*This is the introductory post in a symposium on William Araiza’s Rebuilding Expertise: Creating Effective and Trustworthy Regulation in an Age of Doubt. All posts from this symposium can be found here.
I’m honored that the N&C blog has agreed to host an online symposium on my book, Rebuilding Expertise: Creating Effective and Trustworthy Regulation in an Age of Doubt (NYU Press 2022). I’m equally honored by the roster of terrific scholars who have agreed to post their thoughts on the book and more generally on the ideas it offers.
About those ideas: Rebuilding Expertise seeks to synthesize and present in an accessible way scholarship about how to improve both the reality but also the perception of government regulatory expertise. It responds to the common impression that that expertise has declined in the last half-century, an impression suggested (if concededly not conclusively demonstrated) by survey results revealing distrust of the federal government’s competence and good faith. But even if those results can be explained by factors other than a distrust in the federal regulatory apparatus per se, the rhetoric of bureaucratic incompetence and illegitimacy surely helps explain at least some of the American people’s general reluctance to embrace urgently needed regulatory programs.
How did this state of affairs arise, and what can be done about it? Those are the questions Rebuilding Expertise considers. Part I addresses the first question by surveying, at a necessarily general level, the progression of American politics and regulatory law since the ascendance, in the mid-1970s, of what came to be the Reagan-era attack on regulation and the bureaucrats that performed it. That survey considers those political attacks, including their partial adoption and co-optation by Democratic presidents starting with Bill Clinton, the legal arguments that reinforced them, and changes in the media and social environments that provided friendly terrain for them.
As for the “what can be done?” question, Part II considers possible solutions emanating from Congress, the White House, federal courts, and agencies themselves. Those solutions are as varied as the institutions from which they arise; while no single silver bullet exists, the hope is that, together, they form the mosaic of a solution. Part III concludes the book by examining the use (and abuse) of information relevant to regulatory programs, the state of the civil service, and methods by which regulatory initiatives can be planned, adopted, and administered so as to involve the American people more meaningfully. That latter discussion circles the book back to its original focus on public trust in the bureaucracy. The book’s ultimate goal is to create the conditions for a virtuous circle, in which heightened public trust in our shared regulatory apparatus endows that apparatus with increased democratic legitimacy, in turn generating support for critical regulatory initiatives and the capacity to administer them effectively.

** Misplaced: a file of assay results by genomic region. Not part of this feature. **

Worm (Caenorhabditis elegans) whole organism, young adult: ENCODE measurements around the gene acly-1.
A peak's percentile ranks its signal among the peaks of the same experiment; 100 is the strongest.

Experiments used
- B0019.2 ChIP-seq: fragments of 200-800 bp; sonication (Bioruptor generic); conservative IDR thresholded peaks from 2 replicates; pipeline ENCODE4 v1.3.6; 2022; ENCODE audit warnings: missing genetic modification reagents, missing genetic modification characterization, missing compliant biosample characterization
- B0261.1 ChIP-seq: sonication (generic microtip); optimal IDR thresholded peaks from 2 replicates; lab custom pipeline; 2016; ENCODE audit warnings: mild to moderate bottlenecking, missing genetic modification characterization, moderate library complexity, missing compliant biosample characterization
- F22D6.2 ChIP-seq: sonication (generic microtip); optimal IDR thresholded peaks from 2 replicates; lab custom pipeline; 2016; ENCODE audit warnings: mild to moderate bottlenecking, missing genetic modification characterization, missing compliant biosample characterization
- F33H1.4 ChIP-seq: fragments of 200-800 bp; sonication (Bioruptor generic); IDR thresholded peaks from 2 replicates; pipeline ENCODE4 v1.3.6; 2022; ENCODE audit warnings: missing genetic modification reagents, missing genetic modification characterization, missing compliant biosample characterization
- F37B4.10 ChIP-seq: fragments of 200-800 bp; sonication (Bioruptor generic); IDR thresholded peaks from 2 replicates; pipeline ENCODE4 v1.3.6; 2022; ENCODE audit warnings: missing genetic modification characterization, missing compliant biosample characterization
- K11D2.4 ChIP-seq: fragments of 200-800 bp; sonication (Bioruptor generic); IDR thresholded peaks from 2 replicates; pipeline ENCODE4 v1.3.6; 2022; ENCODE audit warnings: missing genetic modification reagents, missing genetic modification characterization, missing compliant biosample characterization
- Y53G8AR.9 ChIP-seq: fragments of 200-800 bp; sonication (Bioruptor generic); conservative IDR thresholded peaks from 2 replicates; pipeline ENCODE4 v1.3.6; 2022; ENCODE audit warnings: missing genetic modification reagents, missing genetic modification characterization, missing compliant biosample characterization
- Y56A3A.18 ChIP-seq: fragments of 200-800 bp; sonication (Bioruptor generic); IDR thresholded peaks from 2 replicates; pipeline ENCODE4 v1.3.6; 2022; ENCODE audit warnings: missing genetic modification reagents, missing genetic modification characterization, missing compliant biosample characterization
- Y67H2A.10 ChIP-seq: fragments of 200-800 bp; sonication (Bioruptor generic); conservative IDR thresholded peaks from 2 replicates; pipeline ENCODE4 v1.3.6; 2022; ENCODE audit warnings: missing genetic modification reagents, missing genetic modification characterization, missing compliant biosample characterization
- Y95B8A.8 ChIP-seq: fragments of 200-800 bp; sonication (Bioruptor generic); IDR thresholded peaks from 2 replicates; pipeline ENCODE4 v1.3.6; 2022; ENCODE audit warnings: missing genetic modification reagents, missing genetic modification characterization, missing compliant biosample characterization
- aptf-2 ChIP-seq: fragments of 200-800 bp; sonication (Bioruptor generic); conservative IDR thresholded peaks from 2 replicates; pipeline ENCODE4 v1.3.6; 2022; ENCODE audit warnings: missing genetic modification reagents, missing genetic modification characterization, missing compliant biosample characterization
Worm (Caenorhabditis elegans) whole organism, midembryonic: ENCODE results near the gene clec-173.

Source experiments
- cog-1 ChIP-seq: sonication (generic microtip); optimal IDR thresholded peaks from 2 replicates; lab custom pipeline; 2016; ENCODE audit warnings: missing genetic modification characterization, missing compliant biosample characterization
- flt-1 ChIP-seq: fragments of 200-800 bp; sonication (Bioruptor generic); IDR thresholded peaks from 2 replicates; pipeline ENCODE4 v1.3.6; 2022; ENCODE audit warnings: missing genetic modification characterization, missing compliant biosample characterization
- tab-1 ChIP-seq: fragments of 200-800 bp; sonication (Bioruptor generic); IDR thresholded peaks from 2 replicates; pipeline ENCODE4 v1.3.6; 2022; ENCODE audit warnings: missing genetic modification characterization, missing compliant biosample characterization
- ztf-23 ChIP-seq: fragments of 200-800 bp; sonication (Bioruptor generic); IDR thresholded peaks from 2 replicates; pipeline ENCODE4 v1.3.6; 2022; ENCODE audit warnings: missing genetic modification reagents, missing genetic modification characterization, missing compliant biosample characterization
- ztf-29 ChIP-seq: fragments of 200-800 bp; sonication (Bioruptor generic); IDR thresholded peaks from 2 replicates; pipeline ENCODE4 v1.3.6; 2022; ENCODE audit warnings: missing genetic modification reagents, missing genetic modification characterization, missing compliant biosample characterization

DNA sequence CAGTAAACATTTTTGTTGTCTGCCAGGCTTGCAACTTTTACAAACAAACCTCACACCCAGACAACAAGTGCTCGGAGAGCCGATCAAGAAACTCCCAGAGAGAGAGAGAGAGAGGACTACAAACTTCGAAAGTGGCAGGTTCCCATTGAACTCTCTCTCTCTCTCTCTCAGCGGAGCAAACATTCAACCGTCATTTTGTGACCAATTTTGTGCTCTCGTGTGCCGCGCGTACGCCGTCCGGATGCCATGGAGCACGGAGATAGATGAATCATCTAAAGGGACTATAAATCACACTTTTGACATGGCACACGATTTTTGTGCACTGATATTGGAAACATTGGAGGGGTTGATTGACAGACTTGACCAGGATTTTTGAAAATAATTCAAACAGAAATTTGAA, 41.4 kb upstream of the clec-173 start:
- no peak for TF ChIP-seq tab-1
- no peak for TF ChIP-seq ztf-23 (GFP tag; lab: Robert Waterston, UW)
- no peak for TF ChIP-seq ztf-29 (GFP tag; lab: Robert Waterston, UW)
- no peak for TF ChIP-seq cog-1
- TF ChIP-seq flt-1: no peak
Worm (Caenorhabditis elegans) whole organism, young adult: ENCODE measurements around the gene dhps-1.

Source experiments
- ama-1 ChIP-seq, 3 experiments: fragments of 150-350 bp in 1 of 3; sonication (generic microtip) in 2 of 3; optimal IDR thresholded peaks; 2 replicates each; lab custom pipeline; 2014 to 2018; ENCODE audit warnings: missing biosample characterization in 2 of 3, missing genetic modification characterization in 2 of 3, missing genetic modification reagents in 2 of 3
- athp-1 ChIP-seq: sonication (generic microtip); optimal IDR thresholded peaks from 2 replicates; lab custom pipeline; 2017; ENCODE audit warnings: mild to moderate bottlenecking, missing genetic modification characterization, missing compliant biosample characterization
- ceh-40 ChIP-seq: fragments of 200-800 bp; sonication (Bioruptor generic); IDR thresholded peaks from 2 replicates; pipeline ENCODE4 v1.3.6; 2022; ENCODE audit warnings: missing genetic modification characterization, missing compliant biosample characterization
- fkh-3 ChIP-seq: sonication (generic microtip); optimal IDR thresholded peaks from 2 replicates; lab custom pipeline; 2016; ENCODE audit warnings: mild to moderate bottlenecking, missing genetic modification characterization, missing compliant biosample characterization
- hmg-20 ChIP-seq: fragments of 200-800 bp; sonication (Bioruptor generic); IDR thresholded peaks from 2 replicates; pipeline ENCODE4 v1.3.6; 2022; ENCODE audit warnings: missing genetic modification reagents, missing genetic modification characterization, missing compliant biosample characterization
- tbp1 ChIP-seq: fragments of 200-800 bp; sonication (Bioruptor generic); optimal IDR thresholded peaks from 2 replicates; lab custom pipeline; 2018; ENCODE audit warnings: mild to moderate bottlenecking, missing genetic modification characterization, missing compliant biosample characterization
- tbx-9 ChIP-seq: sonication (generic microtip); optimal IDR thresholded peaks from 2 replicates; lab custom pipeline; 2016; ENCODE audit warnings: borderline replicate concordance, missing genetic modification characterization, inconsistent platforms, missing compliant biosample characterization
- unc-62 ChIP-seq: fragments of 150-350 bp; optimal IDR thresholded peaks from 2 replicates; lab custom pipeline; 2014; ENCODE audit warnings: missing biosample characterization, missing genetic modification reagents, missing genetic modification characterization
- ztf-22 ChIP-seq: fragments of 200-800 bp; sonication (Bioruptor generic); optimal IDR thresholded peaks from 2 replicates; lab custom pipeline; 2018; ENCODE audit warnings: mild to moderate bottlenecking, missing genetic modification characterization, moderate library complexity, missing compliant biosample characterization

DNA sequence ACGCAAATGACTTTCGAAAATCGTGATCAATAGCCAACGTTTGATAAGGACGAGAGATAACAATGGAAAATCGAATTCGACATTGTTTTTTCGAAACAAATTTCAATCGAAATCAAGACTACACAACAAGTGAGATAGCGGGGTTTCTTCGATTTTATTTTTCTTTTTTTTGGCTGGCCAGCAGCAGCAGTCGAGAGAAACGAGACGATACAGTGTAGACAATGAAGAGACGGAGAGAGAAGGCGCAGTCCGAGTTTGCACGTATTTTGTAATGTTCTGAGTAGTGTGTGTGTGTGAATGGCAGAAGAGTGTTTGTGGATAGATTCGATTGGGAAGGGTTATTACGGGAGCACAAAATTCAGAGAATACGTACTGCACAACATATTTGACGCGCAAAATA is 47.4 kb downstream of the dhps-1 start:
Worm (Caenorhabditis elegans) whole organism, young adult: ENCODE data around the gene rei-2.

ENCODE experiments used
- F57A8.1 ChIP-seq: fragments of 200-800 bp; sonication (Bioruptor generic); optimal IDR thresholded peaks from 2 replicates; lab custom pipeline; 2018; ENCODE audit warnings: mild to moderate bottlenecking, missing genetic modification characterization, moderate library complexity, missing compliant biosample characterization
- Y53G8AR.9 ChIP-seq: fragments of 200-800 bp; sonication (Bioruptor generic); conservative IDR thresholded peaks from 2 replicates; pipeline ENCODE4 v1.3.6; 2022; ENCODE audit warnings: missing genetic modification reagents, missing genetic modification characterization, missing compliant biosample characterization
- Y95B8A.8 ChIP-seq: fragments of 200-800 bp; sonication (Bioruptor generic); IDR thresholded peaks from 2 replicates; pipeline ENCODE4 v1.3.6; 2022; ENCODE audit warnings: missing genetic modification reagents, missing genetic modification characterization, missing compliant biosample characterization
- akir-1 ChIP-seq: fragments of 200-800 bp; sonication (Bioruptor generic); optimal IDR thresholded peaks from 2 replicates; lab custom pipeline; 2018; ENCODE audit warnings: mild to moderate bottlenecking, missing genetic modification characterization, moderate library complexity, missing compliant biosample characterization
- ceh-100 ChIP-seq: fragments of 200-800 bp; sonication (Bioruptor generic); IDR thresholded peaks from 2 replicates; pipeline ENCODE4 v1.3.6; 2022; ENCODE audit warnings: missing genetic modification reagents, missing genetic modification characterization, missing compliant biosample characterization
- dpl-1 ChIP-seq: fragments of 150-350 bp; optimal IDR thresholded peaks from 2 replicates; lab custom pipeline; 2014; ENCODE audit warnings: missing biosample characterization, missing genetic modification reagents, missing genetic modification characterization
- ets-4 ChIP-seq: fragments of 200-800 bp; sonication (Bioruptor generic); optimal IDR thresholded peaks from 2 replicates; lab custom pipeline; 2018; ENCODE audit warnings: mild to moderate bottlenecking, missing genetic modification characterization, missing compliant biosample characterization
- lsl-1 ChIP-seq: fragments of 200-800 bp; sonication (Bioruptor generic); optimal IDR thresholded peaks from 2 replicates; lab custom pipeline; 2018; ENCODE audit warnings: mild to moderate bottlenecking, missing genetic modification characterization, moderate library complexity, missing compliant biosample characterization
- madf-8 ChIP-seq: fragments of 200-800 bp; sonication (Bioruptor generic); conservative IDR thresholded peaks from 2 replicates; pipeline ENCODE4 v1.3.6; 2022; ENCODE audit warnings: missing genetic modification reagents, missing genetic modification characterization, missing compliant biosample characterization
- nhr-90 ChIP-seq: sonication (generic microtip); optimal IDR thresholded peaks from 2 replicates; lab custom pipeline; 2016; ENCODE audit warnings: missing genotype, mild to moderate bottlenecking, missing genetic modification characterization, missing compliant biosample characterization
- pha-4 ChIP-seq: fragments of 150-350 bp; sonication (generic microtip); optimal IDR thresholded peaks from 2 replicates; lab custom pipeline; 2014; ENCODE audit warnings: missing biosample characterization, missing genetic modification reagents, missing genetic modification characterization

Of course, the diagnoses and prescriptions Rebuilding Expertise offers are highly controversial. They’re also intricate and complicated, and would benefit from more granular observations and critiques than the book can provide. I hope this online symposium provides the opportunity for those observations and critiques, and thus helps move the conversation forward.
For those of you in the New York City area, Brooklyn Law School will be hosting a live discussion of Rebuilding Expertise on the evening of Tuesday, March 21. For more information, please feel free to contact me at firstname.lastname@example.org.
William Araiza is the Stanley A. August Professor of Law at the Brooklyn Law School.